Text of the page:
Another issue was coming to the realization that the museum collection had no clothes or garments that represented black culture, or hardly any minoritized communities.
“That’s important because we’re at a public institution where we have a museum collection, I work with the museum, but there was little to no representation of black women in that collection. So that’s reflective of the museum collection practices that have happened historically in museum culture where we’re excluding a lot of people’s histories,” Matthews said. “So the fact that I had to ask college students to loan their clothes to me is reflective of the need for reunderstanding how we collect different objects for the museum.”
While these experiences were both discouraging and challenging, Matthews expressed that she was still honored and grateful to be able to tell the stories of these black women. She encouraged those who view the exhibit to take something powerful away from it.
“For anyone who isn’t a black woman it’s basically impossible for you to understand what black women go through. That’s a really broad statement, right? But narrowing it down to black women attending predominantly whire institutions in Iowa, that’s a more specific identity,” Matthews said. “So for people who don’t identify that way, it’s hard to understand that experience. So I would hope that students, or anyone, just gain a deeper understanding of how black women experience their lives.”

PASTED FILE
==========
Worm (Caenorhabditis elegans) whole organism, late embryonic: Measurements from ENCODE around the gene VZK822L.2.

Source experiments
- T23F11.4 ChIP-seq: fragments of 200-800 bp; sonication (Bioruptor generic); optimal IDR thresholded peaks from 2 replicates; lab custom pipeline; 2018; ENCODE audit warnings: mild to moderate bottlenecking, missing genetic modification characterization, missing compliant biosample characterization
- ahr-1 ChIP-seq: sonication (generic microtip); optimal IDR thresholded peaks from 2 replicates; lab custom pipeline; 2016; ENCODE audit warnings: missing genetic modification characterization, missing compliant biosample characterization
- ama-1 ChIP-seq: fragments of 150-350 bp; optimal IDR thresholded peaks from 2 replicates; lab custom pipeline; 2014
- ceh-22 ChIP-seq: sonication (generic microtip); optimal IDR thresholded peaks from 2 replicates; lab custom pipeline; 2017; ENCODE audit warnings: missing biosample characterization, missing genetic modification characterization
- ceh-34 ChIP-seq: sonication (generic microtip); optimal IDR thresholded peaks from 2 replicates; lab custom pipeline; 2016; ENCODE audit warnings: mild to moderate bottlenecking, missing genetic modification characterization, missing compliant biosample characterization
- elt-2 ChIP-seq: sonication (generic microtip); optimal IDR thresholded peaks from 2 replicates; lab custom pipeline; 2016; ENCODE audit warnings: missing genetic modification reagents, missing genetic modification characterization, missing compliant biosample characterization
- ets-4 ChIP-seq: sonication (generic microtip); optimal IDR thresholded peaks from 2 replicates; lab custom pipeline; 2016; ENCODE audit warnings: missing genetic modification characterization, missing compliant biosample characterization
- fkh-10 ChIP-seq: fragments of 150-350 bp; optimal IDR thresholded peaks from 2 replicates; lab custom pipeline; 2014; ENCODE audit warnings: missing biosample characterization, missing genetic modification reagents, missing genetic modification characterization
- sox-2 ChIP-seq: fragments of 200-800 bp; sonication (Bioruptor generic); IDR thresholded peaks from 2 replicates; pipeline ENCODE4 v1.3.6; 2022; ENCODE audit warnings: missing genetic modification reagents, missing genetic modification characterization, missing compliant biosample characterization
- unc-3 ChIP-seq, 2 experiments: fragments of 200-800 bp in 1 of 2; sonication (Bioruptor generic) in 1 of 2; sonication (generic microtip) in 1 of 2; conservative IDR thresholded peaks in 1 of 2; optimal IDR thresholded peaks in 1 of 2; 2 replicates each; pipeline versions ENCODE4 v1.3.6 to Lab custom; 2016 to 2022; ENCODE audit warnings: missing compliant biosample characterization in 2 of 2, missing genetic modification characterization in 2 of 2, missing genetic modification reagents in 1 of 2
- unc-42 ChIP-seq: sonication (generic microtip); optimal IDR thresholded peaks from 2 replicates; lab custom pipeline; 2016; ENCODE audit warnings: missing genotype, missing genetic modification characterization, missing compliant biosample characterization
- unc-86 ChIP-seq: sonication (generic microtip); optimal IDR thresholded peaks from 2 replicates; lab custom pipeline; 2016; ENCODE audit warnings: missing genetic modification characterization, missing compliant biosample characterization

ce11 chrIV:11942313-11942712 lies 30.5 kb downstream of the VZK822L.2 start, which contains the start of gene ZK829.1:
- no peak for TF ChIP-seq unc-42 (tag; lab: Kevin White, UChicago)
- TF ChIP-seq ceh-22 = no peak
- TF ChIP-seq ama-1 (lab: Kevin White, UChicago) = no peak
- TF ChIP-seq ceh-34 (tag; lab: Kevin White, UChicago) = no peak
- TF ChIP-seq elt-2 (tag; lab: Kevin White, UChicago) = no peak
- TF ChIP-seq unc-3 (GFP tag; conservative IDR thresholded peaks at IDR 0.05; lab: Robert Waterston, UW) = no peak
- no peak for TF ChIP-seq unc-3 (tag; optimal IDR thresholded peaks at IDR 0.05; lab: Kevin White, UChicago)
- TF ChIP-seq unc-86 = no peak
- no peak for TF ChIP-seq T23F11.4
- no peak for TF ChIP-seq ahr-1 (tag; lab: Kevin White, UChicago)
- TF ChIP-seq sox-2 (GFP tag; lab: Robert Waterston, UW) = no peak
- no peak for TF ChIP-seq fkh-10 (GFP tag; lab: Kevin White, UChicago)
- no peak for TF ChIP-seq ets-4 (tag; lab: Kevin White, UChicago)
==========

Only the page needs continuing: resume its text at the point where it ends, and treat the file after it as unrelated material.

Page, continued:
Matthews hopes for her exhibit to give insight to being a black person in mainly white communities, specifically at college institutions.
“Or deeper, during the Black Lives Matter movement era. The museum exhibit is focused on activism through dress and empowerment, so how are these women advocating for black lives or any other social movement they spoke out against. So just recognizing fashion is very powerful, it’s not just runways and whatever else. It can have a really significant meaning,” Matthews said.
Collegiate Fashion and Activism: Black Women’s Style on the College Campus will be available for viewing to the public until April 7 at Iowa State University Textiles and Clothing Museum for no cost.